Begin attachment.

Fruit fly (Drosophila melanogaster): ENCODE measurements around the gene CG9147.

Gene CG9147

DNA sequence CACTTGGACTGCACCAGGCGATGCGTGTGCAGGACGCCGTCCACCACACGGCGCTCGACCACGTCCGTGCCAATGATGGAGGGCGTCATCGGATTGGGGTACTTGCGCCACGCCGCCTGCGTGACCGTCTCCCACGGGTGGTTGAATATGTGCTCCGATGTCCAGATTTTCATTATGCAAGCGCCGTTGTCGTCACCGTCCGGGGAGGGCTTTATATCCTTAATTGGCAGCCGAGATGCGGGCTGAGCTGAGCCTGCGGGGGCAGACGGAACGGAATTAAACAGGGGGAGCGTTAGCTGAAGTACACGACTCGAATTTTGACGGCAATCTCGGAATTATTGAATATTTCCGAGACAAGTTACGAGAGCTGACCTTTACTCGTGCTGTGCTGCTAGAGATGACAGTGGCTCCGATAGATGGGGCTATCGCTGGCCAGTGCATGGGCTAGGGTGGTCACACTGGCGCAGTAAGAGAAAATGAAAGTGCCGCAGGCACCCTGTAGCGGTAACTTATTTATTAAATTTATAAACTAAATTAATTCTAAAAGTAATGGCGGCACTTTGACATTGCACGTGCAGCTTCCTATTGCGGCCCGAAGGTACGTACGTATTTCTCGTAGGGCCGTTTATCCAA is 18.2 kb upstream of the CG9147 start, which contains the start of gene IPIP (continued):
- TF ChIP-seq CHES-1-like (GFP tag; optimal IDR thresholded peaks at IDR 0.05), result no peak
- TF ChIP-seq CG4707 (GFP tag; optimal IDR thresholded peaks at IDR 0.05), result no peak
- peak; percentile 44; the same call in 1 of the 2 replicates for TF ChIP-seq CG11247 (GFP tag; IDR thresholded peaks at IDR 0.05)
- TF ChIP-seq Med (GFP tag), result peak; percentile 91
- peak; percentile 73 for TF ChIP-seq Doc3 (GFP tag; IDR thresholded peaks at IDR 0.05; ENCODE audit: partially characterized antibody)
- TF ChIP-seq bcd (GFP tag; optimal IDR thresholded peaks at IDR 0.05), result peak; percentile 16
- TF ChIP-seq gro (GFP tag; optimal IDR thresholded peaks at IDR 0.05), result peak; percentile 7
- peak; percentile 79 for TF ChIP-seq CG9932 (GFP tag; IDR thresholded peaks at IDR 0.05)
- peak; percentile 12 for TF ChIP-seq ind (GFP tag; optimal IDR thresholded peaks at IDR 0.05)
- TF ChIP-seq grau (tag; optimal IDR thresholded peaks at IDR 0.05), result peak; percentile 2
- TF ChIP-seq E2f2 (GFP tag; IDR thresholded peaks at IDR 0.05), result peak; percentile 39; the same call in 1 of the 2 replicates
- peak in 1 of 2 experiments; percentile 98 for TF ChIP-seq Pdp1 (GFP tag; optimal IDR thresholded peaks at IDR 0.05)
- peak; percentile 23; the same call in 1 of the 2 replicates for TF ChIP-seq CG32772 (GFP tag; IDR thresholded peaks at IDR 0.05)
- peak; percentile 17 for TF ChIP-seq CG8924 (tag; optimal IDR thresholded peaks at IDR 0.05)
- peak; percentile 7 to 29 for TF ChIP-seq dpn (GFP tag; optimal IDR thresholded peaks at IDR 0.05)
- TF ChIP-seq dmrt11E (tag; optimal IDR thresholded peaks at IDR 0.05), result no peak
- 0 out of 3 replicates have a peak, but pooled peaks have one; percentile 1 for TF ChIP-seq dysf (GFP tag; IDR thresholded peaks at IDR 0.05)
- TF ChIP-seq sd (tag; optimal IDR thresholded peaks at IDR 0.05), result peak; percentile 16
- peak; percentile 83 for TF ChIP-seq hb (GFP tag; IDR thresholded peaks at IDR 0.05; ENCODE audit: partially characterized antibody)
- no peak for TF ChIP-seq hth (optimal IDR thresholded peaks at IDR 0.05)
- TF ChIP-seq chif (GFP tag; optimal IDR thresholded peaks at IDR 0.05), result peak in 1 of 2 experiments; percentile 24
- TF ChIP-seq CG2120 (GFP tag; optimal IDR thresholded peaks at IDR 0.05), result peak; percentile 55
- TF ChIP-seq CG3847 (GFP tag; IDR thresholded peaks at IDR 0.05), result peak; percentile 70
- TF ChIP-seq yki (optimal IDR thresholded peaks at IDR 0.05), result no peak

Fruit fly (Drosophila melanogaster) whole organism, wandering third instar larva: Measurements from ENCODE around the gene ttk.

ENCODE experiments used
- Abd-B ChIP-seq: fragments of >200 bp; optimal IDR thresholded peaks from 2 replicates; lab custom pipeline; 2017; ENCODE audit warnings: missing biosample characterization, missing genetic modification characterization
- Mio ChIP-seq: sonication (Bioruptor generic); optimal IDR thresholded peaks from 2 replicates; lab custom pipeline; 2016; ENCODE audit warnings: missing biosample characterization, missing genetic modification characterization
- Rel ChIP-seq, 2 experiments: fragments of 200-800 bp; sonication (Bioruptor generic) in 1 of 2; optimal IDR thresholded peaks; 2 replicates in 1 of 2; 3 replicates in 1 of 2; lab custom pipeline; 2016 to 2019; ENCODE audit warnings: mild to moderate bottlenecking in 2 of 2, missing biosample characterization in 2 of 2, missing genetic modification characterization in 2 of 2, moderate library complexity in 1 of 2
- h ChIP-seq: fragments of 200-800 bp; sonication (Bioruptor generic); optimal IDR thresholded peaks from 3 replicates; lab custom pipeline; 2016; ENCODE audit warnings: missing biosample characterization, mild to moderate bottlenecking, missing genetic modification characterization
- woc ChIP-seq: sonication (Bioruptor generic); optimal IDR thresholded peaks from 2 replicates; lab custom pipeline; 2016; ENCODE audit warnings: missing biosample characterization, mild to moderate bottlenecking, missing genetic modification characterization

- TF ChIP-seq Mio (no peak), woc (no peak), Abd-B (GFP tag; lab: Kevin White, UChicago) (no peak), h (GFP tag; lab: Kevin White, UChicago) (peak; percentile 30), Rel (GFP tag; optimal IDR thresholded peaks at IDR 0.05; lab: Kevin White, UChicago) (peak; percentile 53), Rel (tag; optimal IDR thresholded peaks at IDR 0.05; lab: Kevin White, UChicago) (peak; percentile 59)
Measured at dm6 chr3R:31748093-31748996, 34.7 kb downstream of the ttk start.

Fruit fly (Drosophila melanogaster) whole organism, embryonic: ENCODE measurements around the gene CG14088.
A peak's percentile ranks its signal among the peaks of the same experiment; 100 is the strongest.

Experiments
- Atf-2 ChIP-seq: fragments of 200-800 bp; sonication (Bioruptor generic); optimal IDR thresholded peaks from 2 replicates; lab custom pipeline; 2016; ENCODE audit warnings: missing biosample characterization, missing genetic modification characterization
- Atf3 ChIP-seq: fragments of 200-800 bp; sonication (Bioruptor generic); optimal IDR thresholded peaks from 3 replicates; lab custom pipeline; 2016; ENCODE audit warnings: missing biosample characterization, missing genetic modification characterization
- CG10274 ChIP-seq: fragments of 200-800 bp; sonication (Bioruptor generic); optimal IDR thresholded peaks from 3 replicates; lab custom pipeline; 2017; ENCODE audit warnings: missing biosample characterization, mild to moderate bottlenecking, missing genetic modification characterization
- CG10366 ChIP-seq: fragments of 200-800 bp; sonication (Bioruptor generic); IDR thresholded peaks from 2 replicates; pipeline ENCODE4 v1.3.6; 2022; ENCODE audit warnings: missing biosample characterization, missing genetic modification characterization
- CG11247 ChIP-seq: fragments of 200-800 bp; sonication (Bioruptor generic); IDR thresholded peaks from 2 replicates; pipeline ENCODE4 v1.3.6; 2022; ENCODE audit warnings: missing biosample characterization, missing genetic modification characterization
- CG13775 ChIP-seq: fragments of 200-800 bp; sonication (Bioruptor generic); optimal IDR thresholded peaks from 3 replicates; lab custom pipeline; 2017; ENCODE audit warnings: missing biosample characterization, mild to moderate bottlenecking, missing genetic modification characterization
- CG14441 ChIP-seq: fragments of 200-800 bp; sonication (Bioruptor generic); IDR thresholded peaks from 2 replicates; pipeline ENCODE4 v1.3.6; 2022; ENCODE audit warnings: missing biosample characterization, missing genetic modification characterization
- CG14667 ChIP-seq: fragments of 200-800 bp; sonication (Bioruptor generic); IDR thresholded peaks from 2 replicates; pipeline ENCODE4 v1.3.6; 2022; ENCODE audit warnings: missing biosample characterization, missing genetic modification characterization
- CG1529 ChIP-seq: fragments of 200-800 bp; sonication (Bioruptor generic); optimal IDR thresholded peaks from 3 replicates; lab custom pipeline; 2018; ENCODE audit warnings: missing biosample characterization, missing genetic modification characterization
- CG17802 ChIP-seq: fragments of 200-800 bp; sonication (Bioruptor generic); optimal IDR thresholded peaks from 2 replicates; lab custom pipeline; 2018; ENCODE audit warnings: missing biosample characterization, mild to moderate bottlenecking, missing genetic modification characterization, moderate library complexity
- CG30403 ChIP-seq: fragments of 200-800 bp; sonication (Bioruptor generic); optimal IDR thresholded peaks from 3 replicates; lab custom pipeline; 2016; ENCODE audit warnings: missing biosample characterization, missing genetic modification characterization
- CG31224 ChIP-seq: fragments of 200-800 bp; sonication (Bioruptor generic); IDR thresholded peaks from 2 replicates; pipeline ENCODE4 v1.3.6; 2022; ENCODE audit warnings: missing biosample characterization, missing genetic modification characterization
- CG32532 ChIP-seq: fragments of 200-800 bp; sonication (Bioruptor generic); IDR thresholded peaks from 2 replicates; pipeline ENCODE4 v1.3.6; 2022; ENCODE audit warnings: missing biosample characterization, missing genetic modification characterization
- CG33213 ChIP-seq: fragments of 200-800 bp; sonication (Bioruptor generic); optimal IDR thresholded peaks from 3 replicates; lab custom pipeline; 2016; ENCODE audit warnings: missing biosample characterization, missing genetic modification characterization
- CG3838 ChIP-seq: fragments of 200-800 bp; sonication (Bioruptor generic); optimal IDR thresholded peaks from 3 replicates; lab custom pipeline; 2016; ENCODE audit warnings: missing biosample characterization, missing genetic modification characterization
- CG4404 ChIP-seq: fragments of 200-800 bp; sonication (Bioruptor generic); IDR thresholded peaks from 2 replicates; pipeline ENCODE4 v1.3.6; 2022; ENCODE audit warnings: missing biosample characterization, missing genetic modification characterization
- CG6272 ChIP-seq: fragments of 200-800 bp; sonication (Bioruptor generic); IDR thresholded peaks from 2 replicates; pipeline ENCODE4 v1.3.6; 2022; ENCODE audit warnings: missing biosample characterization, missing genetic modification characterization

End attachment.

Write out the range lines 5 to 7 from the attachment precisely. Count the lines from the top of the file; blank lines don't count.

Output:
- TF ChIP-seq CG4707 (GFP tag; optimal IDR thresholded peaks at IDR 0.05), result no peak
- peak; percentile 44; the same call in 1 of the 2 replicates for TF ChIP-seq CG11247 (GFP tag; IDR thresholded peaks at IDR 0.05)
- TF ChIP-seq Med (GFP tag), result peak; percentile 91